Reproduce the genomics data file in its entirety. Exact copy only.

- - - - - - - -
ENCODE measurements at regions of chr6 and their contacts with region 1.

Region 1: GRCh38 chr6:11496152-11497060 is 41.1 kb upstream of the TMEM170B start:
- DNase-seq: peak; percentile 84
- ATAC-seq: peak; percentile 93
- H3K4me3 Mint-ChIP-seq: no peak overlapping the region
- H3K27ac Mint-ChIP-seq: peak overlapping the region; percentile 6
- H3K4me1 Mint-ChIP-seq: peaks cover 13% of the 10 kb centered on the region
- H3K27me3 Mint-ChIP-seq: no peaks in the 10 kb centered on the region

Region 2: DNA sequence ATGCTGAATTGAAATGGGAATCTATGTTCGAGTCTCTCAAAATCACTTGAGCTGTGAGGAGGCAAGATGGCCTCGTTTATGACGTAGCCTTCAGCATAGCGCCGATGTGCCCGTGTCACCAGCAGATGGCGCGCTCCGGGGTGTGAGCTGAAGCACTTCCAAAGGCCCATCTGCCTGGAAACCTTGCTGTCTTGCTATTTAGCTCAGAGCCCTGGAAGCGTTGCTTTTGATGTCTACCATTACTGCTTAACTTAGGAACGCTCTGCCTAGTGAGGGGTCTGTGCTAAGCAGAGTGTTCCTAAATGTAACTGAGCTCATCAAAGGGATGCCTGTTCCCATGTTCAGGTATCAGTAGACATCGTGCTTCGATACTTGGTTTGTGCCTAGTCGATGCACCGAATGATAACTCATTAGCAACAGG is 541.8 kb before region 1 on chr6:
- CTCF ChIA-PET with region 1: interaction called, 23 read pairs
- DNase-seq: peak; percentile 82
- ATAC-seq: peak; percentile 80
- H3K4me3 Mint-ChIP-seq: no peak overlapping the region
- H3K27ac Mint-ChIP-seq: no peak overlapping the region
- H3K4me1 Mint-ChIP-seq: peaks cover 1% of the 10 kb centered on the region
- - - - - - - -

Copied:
ENCODE measurements at regions of chr6 and their contacts with region 1.

Region 1: GRCh38 chr6:11496152-11497060 is 41.1 kb upstream of the TMEM170B start:
- DNase-seq: peak; percentile 84
- ATAC-seq: peak; percentile 93
- H3K4me3 Mint-ChIP-seq: no peak overlapping the region
- H3K27ac Mint-ChIP-seq: peak overlapping the region; percentile 6
- H3K4me1 Mint-ChIP-seq: peaks cover 13% of the 10 kb centered on the region
- H3K27me3 Mint-ChIP-seq: no peaks in the 10 kb centered on the region

Region 2: DNA sequence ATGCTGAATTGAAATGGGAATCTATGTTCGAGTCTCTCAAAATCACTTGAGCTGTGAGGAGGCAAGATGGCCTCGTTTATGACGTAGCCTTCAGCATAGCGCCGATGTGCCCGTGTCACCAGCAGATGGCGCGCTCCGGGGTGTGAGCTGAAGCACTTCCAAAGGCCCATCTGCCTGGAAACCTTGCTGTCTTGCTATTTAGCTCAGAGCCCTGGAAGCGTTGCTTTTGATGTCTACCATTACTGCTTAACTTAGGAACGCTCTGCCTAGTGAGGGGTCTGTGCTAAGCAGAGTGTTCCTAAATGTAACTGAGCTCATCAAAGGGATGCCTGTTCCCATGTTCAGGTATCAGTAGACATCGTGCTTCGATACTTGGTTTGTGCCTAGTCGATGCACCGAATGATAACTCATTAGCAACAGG is 541.8 kb before region 1 on chr6:
- CTCF ChIA-PET with region 1: interaction called, 23 read pairs
- DNase-seq: peak; percentile 82
- ATAC-seq: peak; percentile 80
- H3K4me3 Mint-ChIP-seq: no peak overlapping the region
- H3K27ac Mint-ChIP-seq: no peak overlapping the region
- H3K4me1 Mint-ChIP-seq: peaks cover 1% of the 10 kb centered on the region